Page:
Etiology And Epidemiology

Practitioners must have a good understanding of cardiovascular physiology to diagnose, treat, and monitor circulatory problems in critically ill patients. The interrelationships between the major hemodynamic variables are depicted in Figure 13-1.1 These variables include: arterial BP, cardiac output (CO), systemic vascular resistance (SVR), heart rate (HR), stroke volume (SV), left ventricular size, afterload, myocardial contractility, and preload. While an oversimplification, Figure 13-1 is beneficial in conceptualizing where the major abnormalities occur in patients with circulatory shock as well as predicting the body's compensatory responses.

Shock can be effectively categorized by etiology into four major types: hypo-

volemic, obstructive, cardiogenic, and distributive (Table 13-1). ' As noted, all patients with shock have profound decreases in arterial BP. Understanding the primary cause of the circulatory abnormality in these respective shock states is invaluable to their management. Hypovolemic shock is caused by a loss of intravascular volume either by hemorrhage or fluid loss (e.g., dehydration). Obstructive shock is caused by an obstruction that directly compromises inflow or outflow of blood from the heart. Cardiogenic shock is caused by diminished myocardial contractility which results in decreased CO with an increase in SVR. Lastly, distributive shock is caused by a major decrease in SVR with an increase in CO. Differentiating between the underlying abnormality and the associated compensatory response is also essential in terms of treatment and monitoring. Hypovolemic shock is considered to be essentially a profound deficit in preload. Preload is defined as the volume in the left ventricle at the end of diastole. Decreased preload results in subsequent decreases in SV, CO, and eventually, mean arterial pressure (MAP). As such, restoration of preload becomes an over-riding goal in the management of hypovolemic shock.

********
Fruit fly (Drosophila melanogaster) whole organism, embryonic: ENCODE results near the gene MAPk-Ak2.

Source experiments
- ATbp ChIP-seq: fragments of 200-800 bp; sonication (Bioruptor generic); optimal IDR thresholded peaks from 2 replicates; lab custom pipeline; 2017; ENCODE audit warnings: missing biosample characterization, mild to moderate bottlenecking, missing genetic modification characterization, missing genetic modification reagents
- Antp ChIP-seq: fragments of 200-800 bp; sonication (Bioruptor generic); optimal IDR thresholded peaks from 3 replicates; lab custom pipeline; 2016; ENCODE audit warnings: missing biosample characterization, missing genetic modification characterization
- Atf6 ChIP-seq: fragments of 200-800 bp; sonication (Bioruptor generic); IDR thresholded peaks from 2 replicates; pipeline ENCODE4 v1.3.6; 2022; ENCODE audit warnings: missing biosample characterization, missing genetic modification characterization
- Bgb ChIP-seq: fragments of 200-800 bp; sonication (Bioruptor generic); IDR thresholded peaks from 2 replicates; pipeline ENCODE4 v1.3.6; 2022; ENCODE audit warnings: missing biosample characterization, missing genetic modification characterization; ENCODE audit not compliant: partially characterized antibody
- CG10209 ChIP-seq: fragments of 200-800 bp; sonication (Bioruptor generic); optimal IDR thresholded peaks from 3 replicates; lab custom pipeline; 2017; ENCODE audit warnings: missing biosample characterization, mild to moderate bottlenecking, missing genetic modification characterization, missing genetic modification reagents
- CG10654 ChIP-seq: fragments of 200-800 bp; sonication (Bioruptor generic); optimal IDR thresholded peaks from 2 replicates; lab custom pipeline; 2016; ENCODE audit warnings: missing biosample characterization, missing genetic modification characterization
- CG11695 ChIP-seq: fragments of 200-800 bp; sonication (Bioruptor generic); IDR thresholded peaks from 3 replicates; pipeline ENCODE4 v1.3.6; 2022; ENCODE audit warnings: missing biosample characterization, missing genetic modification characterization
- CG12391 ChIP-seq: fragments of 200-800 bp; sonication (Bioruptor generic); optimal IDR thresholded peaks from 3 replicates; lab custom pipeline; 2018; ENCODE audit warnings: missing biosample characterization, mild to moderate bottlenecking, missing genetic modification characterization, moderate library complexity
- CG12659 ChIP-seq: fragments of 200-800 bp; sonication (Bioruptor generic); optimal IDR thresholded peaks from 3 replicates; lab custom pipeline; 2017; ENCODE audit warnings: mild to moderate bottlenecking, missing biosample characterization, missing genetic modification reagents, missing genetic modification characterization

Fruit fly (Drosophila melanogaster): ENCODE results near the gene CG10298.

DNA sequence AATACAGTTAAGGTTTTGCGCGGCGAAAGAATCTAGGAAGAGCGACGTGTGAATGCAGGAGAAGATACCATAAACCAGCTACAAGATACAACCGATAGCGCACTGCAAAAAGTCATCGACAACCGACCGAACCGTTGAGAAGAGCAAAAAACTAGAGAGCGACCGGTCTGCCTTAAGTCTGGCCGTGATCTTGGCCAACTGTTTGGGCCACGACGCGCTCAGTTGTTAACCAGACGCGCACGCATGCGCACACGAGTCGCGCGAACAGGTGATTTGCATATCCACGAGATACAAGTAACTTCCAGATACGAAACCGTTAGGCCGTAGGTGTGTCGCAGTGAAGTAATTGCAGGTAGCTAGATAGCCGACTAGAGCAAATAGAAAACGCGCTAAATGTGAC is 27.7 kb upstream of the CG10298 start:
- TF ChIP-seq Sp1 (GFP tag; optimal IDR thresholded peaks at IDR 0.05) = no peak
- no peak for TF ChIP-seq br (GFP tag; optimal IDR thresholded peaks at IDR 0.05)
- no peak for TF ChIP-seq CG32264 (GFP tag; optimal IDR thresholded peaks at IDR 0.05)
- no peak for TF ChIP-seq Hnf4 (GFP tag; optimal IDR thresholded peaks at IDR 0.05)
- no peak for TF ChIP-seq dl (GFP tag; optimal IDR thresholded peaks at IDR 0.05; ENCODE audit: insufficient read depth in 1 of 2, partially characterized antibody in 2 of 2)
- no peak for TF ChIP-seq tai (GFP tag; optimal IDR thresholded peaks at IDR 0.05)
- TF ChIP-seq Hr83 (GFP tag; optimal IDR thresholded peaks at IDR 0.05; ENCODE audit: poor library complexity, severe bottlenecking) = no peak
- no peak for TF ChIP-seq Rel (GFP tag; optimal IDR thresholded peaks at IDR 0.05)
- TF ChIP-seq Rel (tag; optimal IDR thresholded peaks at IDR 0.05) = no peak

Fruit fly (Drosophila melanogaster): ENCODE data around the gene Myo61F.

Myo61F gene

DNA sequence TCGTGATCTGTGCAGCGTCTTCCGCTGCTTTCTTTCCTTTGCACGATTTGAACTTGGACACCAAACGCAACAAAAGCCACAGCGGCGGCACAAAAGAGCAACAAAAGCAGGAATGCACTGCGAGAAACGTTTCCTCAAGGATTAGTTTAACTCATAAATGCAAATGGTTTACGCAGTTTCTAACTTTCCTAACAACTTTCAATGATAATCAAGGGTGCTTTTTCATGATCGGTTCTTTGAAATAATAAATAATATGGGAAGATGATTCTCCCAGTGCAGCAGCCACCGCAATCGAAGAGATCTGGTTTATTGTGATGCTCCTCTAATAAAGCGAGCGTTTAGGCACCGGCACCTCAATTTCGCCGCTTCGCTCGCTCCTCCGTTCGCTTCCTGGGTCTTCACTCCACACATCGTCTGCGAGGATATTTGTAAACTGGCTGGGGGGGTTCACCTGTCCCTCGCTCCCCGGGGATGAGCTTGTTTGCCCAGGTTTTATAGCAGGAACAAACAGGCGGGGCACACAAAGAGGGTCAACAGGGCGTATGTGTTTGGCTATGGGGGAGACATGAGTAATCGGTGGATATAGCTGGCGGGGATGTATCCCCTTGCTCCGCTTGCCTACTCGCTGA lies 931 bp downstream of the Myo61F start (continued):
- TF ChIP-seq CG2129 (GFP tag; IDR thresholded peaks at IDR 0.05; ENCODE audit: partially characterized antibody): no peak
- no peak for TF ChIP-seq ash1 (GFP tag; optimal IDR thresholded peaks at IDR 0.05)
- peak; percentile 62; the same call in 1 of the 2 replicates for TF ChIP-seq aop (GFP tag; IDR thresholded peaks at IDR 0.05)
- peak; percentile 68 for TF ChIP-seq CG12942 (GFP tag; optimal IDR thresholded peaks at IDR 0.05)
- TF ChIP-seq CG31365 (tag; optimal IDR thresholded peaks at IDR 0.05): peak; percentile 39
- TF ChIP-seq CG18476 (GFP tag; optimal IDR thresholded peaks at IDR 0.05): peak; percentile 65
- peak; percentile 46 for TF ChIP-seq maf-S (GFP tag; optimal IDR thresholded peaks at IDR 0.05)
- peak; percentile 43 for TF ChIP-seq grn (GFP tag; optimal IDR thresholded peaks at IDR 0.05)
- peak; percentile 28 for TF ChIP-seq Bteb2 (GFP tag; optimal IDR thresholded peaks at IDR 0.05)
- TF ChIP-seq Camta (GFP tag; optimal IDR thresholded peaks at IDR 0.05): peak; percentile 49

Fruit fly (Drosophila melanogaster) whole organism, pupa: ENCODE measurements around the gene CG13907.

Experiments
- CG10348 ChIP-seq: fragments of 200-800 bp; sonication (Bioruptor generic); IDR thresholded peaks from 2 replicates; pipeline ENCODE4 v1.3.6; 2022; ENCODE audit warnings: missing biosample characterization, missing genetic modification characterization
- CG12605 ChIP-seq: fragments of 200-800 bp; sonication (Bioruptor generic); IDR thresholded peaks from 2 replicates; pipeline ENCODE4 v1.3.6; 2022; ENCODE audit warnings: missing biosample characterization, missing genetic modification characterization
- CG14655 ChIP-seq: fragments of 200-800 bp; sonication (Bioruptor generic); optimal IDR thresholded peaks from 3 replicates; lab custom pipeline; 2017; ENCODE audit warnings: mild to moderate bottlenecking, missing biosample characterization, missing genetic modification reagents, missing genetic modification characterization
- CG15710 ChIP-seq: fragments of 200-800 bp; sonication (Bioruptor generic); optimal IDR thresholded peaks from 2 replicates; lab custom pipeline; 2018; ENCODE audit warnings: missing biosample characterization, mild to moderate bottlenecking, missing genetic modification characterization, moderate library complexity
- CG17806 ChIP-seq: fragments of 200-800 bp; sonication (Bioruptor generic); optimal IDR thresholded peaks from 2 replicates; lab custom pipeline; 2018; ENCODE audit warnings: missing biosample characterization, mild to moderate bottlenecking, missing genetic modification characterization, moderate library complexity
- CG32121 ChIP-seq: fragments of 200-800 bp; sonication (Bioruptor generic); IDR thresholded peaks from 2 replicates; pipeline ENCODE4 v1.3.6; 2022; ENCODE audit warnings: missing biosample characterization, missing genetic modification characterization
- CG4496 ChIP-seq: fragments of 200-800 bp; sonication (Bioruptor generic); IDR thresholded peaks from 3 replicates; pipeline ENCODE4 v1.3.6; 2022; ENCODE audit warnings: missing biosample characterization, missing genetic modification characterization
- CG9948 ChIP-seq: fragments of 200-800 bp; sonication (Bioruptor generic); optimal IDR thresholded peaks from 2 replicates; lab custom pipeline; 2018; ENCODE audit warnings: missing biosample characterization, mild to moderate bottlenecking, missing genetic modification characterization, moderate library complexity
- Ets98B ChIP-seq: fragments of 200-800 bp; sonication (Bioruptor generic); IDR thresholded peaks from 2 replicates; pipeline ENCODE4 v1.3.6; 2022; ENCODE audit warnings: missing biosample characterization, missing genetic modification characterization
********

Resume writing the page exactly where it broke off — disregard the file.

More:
The prognosis of shock patients depends on several variables including severity, duration, underlying etiology, pre-existing organ dysfunction, and reversibility.4 Data are not readily available as to the incidence of hypovolemic shock, although hypo-volemia due to hemorrhage is a major factor in 40% to 50% of trauma deaths annually.5

FIGURE 13-1. Hemodynamic relationships among key cardiovascular parameters (A). Solid lines represent a direct relationship; the broken line represents an inverse relationship. In B, the alterations typically observed in hypovolemic shock are highlighted with arrows depicting the likely direction of the alteration. (From Ref. 1.)

FIGURE 13-1. Hemodynamic relationships among key cardiovascular parameters (A). Solid lines represent a direct relationship; the broken line represents an inverse relationship. In B, the alterations typically observed in hypovolemic shock are highlighted with arrows depicting the likely direction of the alteration. (From Ref. 1.)

Table 13-1 Major Shock Classifications and Etiologies

I. Hypovolemic

Hemorrhagic Trauma Gl

Abdominal aortic aneurysm Nonhemorrhagic (dehydration)

Vomiting

Diarrhea

Third spacing

II. Cardiogenic

Myocardial infarction

Septal wall rupture

Acute mitral valve regurgitation

Myocarditis

Arrhythmias

III. Obstructive

Pericardial tamponade Pulmonary embolism Amniotic fluid embolism

Tumor embolism IV. Distributive

Sepsis

Anaphylactic Spinal cord injury From Refs. 2, 3.

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